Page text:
Locals fare well in 10K race
By Jim Laise – firstname.lastname@example.org
WINCHESTER — While younger internationals and pros have dominated the open ranks lately in the annual Valley Health 10K race, several local runners believe that even if they’re getting older, they’re getting better.
“We’re local. We do train on this course, so that helps,” said Masters run women’s champion Sarah Nelson, 41 of Winchester, on Saturday. “But even with all that, we’re not getting younger; we’re getting better. So, I think it has more to do with that than anything.”
Kenyan Kimutai Cherniyot, 28, a resident of Durham, North Carolina, won the open championship of the 33rd 6.2-mile race which started and finished on the north side of the Handley High School campus. The certified USA Track and Field event wound through the streets of Winchester and covered part of the Apple Blossom Festival Grand Feature Parade route. That event followed later in the day.
Cherniyot finished in a record net time of 28 minutes, 47 seconds — or 4:38 per mile. He was perspiring, but breathing evenly as he made his post-race remarks.
“I’m used to longer runs than this. So from that point, it was an easier race for me,” said Cherniyot, whose time came under ideal racing conditions.
Nahom Mesfin, 24, of Alexandria, was the second-place men’s finisher at 29:18; third was Simon Chirchir, 29, of Chapel Hill, North Carolina (29:19); fourth was Abiyot Endale, 27, of Bronx, New York, whose time was 29:44. Fifth was Ricky Flynn, 26, of Greenville, South Carolina (29:49), who for a consecutive year in a row claimed the low U.S. men’s time.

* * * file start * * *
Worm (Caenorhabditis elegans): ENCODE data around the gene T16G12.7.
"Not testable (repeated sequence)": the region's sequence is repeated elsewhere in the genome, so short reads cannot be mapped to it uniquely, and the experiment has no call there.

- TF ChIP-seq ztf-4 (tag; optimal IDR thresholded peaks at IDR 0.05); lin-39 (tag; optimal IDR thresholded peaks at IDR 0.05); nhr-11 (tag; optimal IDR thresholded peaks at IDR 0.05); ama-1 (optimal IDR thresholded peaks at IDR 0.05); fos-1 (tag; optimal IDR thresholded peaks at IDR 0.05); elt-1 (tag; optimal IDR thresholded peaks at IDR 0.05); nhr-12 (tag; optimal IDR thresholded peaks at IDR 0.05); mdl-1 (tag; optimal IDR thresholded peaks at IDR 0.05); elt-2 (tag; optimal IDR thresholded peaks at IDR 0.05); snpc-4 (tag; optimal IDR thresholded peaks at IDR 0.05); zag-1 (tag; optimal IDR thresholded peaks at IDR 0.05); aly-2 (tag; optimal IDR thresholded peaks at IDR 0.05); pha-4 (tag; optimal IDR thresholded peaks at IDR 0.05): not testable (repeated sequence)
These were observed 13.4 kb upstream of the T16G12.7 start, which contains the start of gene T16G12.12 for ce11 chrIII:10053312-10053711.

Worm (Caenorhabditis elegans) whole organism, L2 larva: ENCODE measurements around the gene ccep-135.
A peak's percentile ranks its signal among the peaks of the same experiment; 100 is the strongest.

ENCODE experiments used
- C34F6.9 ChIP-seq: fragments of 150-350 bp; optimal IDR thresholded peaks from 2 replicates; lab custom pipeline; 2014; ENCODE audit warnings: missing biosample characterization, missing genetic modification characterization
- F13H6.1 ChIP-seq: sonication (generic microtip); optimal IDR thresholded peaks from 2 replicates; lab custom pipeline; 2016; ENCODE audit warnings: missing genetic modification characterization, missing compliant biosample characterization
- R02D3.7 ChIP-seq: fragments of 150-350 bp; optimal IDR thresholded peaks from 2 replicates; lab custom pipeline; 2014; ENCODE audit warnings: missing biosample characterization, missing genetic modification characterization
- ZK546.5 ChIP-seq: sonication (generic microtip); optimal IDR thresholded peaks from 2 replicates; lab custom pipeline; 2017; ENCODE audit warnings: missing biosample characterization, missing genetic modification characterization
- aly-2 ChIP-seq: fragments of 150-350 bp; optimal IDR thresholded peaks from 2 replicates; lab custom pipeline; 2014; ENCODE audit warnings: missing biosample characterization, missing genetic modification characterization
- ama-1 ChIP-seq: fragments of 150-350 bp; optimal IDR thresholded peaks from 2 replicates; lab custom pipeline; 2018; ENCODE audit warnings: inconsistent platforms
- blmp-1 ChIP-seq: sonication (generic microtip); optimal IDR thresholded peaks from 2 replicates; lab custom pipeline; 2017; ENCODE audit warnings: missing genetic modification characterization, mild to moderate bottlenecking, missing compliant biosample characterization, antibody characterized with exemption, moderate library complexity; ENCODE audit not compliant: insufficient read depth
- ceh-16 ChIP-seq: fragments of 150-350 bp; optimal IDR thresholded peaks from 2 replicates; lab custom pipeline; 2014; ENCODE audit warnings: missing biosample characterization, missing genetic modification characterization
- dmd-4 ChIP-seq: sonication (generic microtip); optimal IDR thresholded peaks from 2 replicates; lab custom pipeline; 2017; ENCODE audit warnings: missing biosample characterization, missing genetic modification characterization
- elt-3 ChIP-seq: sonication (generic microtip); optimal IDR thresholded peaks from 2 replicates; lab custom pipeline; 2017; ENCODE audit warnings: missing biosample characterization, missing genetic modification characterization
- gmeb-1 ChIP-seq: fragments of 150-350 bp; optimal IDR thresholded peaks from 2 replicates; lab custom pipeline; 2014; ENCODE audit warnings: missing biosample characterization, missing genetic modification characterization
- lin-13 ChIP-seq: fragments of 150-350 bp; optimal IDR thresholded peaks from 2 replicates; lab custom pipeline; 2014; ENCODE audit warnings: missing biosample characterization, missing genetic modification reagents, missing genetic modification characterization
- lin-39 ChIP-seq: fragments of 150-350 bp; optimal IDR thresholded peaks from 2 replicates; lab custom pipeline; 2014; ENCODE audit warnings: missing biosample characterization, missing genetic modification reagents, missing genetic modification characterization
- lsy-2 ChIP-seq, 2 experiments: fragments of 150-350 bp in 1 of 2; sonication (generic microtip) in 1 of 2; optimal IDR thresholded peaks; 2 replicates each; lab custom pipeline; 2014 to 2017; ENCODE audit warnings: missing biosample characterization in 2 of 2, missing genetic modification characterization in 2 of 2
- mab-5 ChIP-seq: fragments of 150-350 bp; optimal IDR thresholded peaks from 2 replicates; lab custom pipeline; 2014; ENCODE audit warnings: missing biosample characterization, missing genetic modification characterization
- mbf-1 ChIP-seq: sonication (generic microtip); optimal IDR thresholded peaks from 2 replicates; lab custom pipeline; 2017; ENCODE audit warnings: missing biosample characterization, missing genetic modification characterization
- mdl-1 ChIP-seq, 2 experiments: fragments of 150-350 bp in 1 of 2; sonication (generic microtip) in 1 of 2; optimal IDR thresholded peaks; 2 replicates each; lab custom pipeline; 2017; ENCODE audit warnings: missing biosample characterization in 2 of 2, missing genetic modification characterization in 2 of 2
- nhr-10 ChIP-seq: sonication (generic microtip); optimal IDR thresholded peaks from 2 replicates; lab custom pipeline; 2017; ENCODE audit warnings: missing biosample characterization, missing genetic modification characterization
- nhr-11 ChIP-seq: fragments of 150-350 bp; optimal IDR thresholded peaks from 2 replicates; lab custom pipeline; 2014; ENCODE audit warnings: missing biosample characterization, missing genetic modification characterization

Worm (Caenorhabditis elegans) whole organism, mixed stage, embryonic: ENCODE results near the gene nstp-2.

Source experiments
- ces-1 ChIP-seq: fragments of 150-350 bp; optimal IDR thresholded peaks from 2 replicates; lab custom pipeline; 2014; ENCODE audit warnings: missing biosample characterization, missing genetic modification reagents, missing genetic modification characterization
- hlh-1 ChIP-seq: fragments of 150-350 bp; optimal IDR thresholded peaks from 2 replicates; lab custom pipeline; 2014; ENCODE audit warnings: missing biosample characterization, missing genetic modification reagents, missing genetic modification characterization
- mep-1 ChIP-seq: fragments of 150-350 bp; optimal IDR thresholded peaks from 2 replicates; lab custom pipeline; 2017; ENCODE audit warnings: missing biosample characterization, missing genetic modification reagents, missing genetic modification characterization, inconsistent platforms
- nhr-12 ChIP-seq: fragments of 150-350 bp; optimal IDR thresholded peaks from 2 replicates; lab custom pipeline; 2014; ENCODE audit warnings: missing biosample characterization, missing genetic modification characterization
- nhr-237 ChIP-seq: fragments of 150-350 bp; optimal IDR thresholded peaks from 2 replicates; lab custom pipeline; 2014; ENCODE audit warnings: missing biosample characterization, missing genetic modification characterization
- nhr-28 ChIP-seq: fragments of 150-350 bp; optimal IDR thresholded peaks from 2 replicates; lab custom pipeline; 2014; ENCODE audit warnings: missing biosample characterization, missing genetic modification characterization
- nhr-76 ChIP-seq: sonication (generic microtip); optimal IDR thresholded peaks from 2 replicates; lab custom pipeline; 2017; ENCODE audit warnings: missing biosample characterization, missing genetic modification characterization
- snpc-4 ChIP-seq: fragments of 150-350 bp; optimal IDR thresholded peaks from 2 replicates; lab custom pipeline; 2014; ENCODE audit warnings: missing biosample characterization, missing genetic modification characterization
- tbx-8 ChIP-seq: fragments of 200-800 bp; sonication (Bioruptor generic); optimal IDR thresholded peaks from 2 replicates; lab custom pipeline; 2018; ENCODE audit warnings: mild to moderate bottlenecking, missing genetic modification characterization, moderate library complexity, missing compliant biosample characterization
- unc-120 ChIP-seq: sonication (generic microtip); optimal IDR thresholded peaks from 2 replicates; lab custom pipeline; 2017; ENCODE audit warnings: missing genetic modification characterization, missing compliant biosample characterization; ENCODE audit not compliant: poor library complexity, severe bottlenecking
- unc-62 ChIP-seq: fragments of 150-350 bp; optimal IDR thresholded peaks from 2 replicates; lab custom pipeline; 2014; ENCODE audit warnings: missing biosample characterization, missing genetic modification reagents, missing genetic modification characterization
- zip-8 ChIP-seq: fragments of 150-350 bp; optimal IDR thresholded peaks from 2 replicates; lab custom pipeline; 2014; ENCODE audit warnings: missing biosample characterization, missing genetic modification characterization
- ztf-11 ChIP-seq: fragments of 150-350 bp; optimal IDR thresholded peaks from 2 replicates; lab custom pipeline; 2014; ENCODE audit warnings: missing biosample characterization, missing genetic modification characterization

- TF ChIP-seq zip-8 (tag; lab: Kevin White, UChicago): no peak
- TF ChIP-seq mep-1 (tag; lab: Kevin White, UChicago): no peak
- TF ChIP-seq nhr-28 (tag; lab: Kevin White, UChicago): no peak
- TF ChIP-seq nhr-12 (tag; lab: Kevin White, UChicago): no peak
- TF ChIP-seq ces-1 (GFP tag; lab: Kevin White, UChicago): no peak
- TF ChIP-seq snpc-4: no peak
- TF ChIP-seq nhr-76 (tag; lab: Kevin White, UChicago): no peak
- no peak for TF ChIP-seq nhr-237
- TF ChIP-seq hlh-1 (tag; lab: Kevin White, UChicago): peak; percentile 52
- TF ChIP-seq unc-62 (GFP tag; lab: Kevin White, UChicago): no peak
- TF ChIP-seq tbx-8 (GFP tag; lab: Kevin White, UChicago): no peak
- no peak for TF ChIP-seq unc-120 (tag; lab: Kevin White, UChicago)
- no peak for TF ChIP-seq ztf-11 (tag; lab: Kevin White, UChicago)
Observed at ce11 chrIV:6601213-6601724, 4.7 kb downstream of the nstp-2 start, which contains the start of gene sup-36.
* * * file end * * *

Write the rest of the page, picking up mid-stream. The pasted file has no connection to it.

Joan Tangwar, 24, of Chapel Hill, North Carolina (a net 35:25 or 5:42 per mile) finished first among the women, followed by Alissa McKaig, 28, Washington, D.C. (35:41); Selamawit Mekuria, 29, Washington, D.C. (37:24); Brenda Schrank, 42, Winchester (38:23) and Susan Gray, Chambersburg, Pennsylvania ( 39:30). Schrank was the top U.S. women’s finisher for a consecutive year.
In all some $8,300 was awarded to the first-through-fifth place finishers in the open race — male and female. Some $300 was doled out to the Masters men’s and women’s winners, with $200 going for second place in the event and $100 each for the Grand Masters men’s and women’s winners.
Runners Retreat of Winchester presented checks of $200 apiece to the first men’s and women’s U.S. residents to cross the tape and $100 each for the second place American finishers.
Craig Woshner, 44, of Winchester was crowned the men’s masters winner with a 33:52 net, or an approximated 5:27 per mile. This was good enough to place Woshner, the James Wood High School coordinator of activities, in 15th place overall. He was also the only 40-plus-year-old among the race’s top 15 finishers.
“This is actually just the second or third time I’ve run in this event in the 21 years I’ve lived in Winchester. Typically, I’m training for something else this time of year, but I decided to come out and see what I could do,” said Woshner.
When Woshner last ran here it was 1996, and his time was 31:20, which was good enough to give him second overall in the open event. Eighteen years later his time is slower, but he is reaping the rewards of finishing high in his age class.
“When it first started out it was just a local meet. But as it grew, the purses grew too, and so what you have now are a lot of the [paid] runners coming in and competing in the top spots,” Woshner said. “It’s great that the event has grown, but it’s good to see the local contingent contesting for other races.”
“I think the Winchester runners really work hard,” said Brenda Schrank. “We have the Shenandoah Valley Runners who train hard in the winter to get ready for a race like today. Starting in the winter, we have weekend meets which sort of serve as a springboard to the race season.”
“We’re local and we use this course, yes … but I think Winchester’s runners aren’t getting older, their getting better,” said Nelson, whose 44:43 time put her ahead of Hope Lee of Stephens City (45:47) for the age-group prize.
Some 1,500 registered for the event, according to race supervisor Rosie Schiavone, while race records show some 1,452 participated on the undulating course, filled with twists and turns.
Last year, 1,458 broke the finish line.